Norway caught in Trump’s trade war

Bookmark and Share

Foreign Minister Ine Eriksen Søreide disclosed on Friday that the US Trump Administration has not exempted Norway from its harsh new tariffs on steel and aluminum. The Norwegian government, which earlier had criticized the US’ threatened protectionism, called US President Donald Trump’s new trade barriers “serious and worrisome.”

Norway’s Foreign Minister Ine Eriksen Søreide was warmly received by US Secretary of State Rex Tillerson in Washington just two months ago. Tillerson has since been fired and now his former boss, US President Donald Trump, has hit Norway and many other countries around the world with punitive import tariffs on steel and aluminum. PHOTO: Ambassaden i Washington/Johanne Furuseth

“American authorities informed us late last night (Thursday) that Norway is not among the countries that have been exempted from the US’ new tariffs on steel and aluminum,” Søreide wrote in an email to Norwegian Broadcasting (NRK).

All the countries in the European Union (EU) plus Argentina, Australia, Brazil, Canada, Mexico and South Korea have been exempted, but not Norway. The US’ punitive action comes despite Norway’s own comprehensive trade deal with the EU that requires it to abide by most all EU directives and regulations. The news from Washington came just hours after the Norwegian Parliament also voted to join the EU’s new energy union, albeit controversially.

Norway’s close ties to and, some argue, de facto inclusion in the EU apparently carried no weight with the Trump Administration. Nor did the much-hyped status of the US and Norway as “close allies,” fellow members of NATO or a wave of political superlatives about the “excellent relations” and “close ties” that flowed from Trump himself when both Søreide and Prime Minister Erna Solberg visited the US president and several of his top cabinet members including Søreide’s counterpart at the time, Secretary of State Rex Tillerson. Trump has since fired him.

Norway ‘no threat to the USA’
“We (the Norwegian government) will follow up this issue with American authorities today, both in Washington and in Oslo,” Søreide told NRK. “We expect the WTO (World Trade Organization)’s regulations to be respected and that Norway will be treated equally in this case.

Foreign Minister Søreide, addressing the European Parliament’s foreign relations committee earlier this week. PHOTO: Utenriksdepartementet

“Norwegian exports are no threat to the USA,” Søreide added. “We will make this clear to the USA today.” Trump’s new tariffs are due to take effect at 5pm Norwegian time on Friday.

Norway exports the vast majority of its aluminum to Europe and other countries, and very little to the US. What worries and upsets Søreide and other Norwegian authorities is the lack of respect for trade treaties that’s behind Trump’s decision to penalize countries he views as threats to the US’ own products. He has thus opted for a brand of protectionism that most of the rest of the world has been trying to do away with for years.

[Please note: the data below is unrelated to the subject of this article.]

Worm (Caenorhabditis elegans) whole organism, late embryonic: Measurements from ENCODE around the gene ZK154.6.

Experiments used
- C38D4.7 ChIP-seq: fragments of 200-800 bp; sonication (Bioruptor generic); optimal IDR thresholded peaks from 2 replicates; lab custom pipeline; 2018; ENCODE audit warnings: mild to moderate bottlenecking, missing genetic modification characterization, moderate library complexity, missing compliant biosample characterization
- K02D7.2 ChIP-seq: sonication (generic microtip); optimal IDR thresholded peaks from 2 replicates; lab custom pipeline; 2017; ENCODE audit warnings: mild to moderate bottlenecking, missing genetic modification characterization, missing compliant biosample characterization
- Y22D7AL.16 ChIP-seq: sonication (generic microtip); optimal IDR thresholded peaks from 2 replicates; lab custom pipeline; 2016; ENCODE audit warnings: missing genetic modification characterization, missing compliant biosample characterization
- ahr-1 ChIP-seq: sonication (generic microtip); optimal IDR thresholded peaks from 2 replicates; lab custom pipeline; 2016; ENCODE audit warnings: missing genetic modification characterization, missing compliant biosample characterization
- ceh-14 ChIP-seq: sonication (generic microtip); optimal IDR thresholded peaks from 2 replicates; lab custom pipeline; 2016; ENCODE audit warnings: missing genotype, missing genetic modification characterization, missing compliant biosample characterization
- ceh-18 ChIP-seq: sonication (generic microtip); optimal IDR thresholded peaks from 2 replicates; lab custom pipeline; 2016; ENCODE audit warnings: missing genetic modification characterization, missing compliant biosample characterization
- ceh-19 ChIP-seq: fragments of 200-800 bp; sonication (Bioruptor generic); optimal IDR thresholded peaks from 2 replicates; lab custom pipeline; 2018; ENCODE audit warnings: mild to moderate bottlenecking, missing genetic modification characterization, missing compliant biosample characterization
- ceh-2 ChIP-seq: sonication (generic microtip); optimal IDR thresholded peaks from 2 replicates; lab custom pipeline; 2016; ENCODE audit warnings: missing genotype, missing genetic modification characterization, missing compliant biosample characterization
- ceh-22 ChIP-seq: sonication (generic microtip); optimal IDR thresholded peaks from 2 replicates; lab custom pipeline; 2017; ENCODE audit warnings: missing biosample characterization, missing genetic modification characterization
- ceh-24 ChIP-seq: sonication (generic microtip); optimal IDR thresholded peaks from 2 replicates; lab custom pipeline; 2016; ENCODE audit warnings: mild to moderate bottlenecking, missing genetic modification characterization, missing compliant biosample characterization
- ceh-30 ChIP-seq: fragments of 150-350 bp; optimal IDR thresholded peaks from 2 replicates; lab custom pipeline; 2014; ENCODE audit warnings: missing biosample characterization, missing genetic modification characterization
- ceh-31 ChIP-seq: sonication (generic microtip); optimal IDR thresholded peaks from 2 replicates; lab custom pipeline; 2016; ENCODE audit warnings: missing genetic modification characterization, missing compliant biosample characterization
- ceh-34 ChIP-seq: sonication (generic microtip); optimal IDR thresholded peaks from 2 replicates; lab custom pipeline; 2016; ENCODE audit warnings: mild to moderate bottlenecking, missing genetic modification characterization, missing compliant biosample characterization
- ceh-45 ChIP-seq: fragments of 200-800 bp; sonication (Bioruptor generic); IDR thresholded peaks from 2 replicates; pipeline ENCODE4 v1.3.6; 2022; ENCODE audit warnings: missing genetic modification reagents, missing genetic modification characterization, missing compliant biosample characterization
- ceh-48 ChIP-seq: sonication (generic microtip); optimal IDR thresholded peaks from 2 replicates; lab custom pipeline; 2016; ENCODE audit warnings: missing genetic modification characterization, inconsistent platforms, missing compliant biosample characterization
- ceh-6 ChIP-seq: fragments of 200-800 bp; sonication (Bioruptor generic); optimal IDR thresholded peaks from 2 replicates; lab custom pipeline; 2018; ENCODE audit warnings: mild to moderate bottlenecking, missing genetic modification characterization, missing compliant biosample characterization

‘Raises doubts about respect’
“It is serious and worrisome that the US has decided to implement trade hindrances for aluminum and steel,” Søreide stated. “This raises doubts about respect for the multilateral, regulation-based trade system. We expect WTO regulations to be maintained for all WTO members.”

Instead, steel and aluminum from all countries not named in the US’ initial list of exemptions are now subject to an extra customs duty of 25 percent on steel and 10 percent on aluminum. Norway is now among those facing what amounts to a new punitive tax.

Trump’s official justification for the higher import duties is that US production of steel and aluminum has declined so much, because of competition from cheaper international producers, that it poses a national security risk. His new tariffs are especially targeted at China, which claimed Friday morning that Trump had thus started a “trade war” that China would fight to the bitter end.

More trouble for Hydro
Both aluminum and steel are important export products for Norway, which currently ranks as Europe’s largest producer of prime aluminum. Much of it is produced by Norwegian industrial firm Norsk Hydro ASA, in which the Norwegian state has a 34 percent ownership stake.

NRK reported Friday that Hydro alone produces more raw aluminum than US producers do, leaving the US with a need to import nearly 5 million tons of a year. Hydro, which owns and operates four aluminum plants in Norway, does not export directly to the US but rather from plants in Europe and teh Middle East. It’s thus not expected to be seriously affected by the US’ new tariffs, but objects along with the US government to Trump’s protectionist move.

“This is unfavourable for the entire aluminum industry,” Hydro spokesman Halvor Mollan told NRK. “Our position is that we want free and open trade, and that one-sided trade barriers can lead to changes in the flow of goods in the world.” Hydro, which already faces other trouble at its large Alunorte aluminum refinery in Brazil, also worries the US new trade barriers can lead to trade wars if other nations implement measures to counter Trump’s tariffs.

newsinenglish.no/Nina Berglund